Screening of the ‘Pathogen Box’ identifies an approved pesticide with major anthelmintic activity against the barber's pole worm

28 Jul 2016

Sarah Preston, Yaqing Jiao, Abdul Jabbar, Sean L. McGee, Benoît Laleu, Paul Willis, Timothy N.C. Wells, Robin B. Gasser

International Journal for Parasitology: Drugs and Drug Resistance

DOI: 10.1016/j.ijpddr.2016.07.004


There is a substantial need to develop new medicines against parasitic diseases via public-private partnerships. Based on high throughput phenotypic screens of largely protozoal pathogens and bacteria, the Medicines for Malaria Venture (MMV) has recently assembled an open-access 'Pathogen Box' containing 400 well-curated chemical compounds. In the present study, we tested these compounds for activityagainst parasitic stages of the nematode Haemonchus contortus (barber's pole worm). In an optimised, whole-organism screening assay, using exsheathed third-stage (xL3) and fourth-stage (L4) larvae, we measured the inhibition of larval motility, growth and development of H. contortus. We also studied the effect of the 'hit' compound on mitochondrial function by measuring oxygen consumption. Among the 400 Pathogen Box compounds, we identified one chemical, called tolfenpyrad (compound identification code: MMV688934) that reproducibly inhibits xL3 motility as well as L4 motility, growth and development, with IC50 values ranging between 0.02 and 3 μM. An assessment of mitochondrial function showed that xL3s treated with tolfenpyrad consumed significantly less oxygen than untreated xL3s, which was consistent with specific inhibition of complex I of the respiratory electron transport chain in arthropods. Given that tolfenpyrad was developed as a pesticide and has already been tested for absorption, distribution, excretion, biotransformation, toxicity and metabolism, it shows considerable promise for hit-to-lead optimisation and/or repurposing for use against H. contortus and other parasitic nematodes. Future work should assess its activity against hookworms and other pathogens that cause neglected tropical diseases.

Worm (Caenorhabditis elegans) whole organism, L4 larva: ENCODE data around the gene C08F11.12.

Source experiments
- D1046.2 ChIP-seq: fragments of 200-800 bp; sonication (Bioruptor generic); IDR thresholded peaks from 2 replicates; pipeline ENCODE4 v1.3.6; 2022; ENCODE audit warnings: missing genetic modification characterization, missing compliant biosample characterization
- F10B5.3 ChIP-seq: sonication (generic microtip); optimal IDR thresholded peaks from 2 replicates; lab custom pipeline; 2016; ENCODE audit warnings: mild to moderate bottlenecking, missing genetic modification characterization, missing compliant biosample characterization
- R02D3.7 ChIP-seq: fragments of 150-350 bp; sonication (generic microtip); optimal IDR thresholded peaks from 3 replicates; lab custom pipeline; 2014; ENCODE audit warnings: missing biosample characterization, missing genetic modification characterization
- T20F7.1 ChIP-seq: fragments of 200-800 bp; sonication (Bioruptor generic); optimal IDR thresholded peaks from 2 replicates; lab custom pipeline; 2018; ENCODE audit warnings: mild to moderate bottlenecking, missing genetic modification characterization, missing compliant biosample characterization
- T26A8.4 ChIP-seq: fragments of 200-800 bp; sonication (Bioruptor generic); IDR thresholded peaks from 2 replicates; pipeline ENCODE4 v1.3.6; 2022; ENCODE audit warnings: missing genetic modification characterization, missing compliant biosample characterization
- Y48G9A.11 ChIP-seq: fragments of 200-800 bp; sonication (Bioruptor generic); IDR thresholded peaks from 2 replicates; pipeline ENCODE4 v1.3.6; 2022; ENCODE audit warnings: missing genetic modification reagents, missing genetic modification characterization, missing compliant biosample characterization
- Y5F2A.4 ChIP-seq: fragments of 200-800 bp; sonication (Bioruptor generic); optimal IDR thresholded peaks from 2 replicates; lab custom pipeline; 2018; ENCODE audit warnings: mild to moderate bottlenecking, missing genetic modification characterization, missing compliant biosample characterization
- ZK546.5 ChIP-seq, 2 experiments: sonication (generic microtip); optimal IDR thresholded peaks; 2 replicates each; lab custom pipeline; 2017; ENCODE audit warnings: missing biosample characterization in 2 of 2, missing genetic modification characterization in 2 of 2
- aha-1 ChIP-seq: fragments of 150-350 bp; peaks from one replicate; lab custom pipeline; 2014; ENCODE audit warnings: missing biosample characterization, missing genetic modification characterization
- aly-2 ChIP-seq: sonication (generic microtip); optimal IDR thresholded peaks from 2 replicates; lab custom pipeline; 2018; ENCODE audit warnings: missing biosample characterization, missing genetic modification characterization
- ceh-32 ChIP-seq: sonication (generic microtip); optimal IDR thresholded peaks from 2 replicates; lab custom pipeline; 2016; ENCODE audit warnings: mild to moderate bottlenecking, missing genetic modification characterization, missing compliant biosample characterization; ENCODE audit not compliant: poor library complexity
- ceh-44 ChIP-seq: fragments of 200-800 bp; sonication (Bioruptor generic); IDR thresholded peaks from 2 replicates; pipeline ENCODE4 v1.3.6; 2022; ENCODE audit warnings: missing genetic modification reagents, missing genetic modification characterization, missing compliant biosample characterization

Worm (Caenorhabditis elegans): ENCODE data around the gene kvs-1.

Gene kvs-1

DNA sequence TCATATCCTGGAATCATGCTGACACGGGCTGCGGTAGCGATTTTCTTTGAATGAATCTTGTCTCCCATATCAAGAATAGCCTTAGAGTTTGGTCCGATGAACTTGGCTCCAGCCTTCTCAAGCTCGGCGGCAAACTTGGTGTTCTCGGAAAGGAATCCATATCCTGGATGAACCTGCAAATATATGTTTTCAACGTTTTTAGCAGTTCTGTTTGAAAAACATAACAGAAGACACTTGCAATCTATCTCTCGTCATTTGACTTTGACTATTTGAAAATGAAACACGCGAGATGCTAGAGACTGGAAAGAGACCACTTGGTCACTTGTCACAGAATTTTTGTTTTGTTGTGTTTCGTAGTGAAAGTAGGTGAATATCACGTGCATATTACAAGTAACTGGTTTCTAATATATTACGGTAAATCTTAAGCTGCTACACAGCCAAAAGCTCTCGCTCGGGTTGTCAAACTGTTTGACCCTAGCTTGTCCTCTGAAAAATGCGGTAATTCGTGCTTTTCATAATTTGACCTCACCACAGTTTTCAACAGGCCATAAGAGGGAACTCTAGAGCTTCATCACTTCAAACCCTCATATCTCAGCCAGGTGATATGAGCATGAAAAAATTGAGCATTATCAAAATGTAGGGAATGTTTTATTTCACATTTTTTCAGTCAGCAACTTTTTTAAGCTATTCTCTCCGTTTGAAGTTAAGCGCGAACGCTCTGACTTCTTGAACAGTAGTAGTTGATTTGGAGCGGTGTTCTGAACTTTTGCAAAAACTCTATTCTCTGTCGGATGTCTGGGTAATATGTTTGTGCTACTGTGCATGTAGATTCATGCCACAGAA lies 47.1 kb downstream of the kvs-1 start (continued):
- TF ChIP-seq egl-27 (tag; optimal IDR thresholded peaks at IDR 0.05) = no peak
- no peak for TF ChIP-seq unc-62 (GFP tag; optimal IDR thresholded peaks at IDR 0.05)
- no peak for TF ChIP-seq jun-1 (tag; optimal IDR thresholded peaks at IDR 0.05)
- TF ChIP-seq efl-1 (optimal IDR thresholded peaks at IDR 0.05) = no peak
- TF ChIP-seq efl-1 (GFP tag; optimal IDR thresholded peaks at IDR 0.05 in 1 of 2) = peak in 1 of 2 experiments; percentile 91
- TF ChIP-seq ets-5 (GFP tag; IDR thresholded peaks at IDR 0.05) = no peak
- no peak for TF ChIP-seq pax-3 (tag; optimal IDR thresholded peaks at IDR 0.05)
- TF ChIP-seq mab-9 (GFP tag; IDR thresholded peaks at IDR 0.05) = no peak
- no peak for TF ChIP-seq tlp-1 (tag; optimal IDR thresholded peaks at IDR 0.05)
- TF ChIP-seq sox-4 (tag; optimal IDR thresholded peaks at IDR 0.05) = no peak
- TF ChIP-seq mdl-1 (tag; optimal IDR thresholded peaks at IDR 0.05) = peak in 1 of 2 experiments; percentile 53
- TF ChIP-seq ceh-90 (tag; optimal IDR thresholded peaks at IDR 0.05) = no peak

View the article on the Science Direct website.